An extra test of cervical smears will make national screening for cervical cancer more reliable and less burdensome for patients. This has been revealed by PhD research by Nan Yang. Yang will be awarded a PhD in Medical Sciences by the University of Groningen on 25 January 2010.
Every year, about six hundred Dutch women develop cervical cancer. In order to discover the disease at an early stage, Dutch women between the ages of thirty and sixty are invited once every five years to participate in national screening by having a cervical smear done. Lab technicians and pathologists examine the cells the cervical smear yields to see whether they are aberrant in any way, which could point to an early stage of cervical cancer.
However, a small group of women test false positive: the cells appear to be aberrant under the microscope, yet the women do not have cervical cancer. Only a more comprehensive examination (colposcopy) of the external orifice of the uterus will show whether the women have cervical cancer or not. There are also false negative tests, where patients with an anomalous cervix are missed.
In her PhD research, Nan Yang discovered that a DNA test that can be easily carried out on the smears already taken would make the national screening for cervical cancer more reliable. The so-called DNA methylation test can be used on smears which seem to have suspicious cells. The methylation test shows whether certain cancer-suppressing genes have been rendered inactive by a methyl group. If that is indeed the case, this indicates an early stage of cervical cancer. The methylation test can analyse hundreds of smears simultaneously. Women whose smears seem suspicious under the microscope and who have an anomalous methylation pattern can then be quickly referred to the gynaecologist to have their external orifice examined (colposcopy) and can then be treated during the same procedure. This means that patients are saved one trip to the hospital and are treated sooner.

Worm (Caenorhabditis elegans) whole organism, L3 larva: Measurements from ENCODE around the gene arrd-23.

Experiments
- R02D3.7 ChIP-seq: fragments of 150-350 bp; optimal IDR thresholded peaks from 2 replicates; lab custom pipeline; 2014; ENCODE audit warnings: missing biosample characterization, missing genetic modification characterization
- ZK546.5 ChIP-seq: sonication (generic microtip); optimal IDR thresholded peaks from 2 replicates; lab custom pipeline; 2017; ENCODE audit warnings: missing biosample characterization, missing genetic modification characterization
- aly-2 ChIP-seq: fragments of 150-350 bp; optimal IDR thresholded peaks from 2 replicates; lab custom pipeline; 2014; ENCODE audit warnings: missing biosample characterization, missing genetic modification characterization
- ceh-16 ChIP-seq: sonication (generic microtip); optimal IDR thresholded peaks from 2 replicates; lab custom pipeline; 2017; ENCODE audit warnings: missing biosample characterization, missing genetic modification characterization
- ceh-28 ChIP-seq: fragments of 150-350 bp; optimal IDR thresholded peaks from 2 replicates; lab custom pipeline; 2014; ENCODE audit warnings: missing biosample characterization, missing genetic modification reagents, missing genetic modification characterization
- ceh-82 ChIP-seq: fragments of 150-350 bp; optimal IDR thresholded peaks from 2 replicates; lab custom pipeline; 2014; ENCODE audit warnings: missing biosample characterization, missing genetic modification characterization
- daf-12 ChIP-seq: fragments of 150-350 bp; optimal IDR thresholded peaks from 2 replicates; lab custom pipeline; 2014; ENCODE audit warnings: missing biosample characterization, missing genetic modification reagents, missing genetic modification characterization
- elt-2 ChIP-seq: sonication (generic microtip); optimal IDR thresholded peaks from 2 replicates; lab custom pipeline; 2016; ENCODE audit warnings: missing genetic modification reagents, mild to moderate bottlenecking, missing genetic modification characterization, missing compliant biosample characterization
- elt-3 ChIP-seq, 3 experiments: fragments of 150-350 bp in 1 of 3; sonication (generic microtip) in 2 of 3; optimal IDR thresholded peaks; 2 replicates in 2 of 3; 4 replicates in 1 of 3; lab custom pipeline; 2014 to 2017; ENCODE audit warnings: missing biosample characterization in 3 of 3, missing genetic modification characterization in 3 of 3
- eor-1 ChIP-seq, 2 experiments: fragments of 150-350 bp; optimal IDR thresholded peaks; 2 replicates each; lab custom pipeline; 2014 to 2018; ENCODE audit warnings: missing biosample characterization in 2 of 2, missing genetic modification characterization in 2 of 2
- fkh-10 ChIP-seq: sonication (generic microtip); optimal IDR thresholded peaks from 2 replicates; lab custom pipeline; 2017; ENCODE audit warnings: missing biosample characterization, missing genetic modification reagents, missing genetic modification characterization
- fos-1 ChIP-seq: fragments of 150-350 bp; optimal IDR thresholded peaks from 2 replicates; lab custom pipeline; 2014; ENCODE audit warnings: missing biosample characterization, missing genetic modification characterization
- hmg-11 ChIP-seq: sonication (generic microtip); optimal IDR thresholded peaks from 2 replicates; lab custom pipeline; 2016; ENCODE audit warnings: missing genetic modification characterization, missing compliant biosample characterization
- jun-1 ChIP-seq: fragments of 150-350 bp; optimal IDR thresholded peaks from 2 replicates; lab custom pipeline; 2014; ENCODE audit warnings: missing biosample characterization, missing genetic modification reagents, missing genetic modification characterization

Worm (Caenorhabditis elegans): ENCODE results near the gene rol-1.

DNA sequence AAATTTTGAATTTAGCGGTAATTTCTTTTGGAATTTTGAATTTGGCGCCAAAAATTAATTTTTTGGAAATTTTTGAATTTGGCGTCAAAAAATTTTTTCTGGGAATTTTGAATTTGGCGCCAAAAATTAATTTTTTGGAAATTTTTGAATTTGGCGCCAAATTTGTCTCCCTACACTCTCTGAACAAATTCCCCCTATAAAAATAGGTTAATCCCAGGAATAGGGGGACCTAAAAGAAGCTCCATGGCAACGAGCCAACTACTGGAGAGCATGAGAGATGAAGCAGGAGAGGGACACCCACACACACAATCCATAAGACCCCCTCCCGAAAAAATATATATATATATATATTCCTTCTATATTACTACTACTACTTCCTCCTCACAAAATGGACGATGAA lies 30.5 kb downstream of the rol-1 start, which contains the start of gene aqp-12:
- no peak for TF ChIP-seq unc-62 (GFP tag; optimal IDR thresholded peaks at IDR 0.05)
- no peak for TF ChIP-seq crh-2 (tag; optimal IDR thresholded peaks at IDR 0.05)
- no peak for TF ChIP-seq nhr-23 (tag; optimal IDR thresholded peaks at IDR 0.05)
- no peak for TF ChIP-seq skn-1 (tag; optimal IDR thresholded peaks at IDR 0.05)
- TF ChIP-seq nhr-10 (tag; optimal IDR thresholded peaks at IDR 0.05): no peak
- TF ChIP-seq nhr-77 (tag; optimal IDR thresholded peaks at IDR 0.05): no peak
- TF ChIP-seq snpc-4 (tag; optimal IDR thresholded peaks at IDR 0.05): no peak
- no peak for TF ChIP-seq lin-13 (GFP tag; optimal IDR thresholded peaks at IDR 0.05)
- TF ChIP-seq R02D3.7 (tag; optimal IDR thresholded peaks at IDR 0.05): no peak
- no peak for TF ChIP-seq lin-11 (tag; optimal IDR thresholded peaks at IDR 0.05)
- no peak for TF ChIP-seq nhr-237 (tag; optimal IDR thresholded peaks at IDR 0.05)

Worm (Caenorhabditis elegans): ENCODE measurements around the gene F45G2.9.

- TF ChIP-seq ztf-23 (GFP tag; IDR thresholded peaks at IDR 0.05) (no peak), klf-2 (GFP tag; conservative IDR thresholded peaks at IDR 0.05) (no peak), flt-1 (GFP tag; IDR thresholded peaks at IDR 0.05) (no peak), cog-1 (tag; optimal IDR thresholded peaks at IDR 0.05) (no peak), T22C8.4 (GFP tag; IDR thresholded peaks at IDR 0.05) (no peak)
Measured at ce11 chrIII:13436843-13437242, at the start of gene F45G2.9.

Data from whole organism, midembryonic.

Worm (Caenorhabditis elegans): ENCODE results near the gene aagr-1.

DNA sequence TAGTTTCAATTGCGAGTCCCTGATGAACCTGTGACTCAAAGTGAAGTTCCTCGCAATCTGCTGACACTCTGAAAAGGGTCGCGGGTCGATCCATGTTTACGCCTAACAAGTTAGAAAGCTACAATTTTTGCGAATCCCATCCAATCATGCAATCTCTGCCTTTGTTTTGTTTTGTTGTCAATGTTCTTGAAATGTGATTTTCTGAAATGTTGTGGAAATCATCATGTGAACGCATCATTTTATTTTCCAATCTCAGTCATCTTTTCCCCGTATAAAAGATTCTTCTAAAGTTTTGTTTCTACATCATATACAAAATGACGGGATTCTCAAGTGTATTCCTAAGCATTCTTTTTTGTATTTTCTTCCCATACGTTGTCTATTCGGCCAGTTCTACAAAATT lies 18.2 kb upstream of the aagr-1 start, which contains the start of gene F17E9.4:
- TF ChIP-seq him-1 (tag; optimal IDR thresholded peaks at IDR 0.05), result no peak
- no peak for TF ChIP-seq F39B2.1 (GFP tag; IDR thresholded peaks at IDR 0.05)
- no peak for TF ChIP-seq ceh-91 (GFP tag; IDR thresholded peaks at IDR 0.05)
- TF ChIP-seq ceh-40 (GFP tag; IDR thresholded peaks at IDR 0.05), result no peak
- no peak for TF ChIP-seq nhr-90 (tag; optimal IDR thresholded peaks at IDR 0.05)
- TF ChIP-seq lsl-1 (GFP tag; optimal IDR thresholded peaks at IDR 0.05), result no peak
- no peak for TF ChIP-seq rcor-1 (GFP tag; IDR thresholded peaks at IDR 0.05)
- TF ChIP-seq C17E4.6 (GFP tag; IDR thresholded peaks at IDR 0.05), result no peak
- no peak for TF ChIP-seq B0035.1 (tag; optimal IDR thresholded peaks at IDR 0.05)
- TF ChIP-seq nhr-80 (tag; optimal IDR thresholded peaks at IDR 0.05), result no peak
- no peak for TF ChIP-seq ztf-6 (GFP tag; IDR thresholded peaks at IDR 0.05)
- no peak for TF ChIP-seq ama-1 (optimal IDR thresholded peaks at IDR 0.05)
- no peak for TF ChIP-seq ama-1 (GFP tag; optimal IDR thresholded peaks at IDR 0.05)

The methylation test can also be used in combination with a test for the virus that causes cervical cancer, the so-called human papillomavirus (HPV). This could mean diagnosing the disease at an earlier stage. Further research must show whether the methylation test could become more sensitive if more genes were to be tested. Methylation also still has to prove its worth on a large scale in the current national screening.
Nan Yang (China 1979) did her PhD research at the departments of Obstetrics & Gynaecology and Pathology at the University Medical Center Groningen within the GUIDE research school. Her research was funded by the Dutch Cancer Society (KWF) and the companies Oncomethylome Sciences (Liège, Belgium) and Pantarhei Devices BV (Zeist, the Netherlands). Her thesis is entitled ‘Detection of DNA hypermethylation as a diagnostic tool in cervical neoplasia’. Her supervisors are Prof. A.G.J. van der Zee and Prof. H. Hollema.
Contact: the University Medical Center Groningen press office, tel. +503612200
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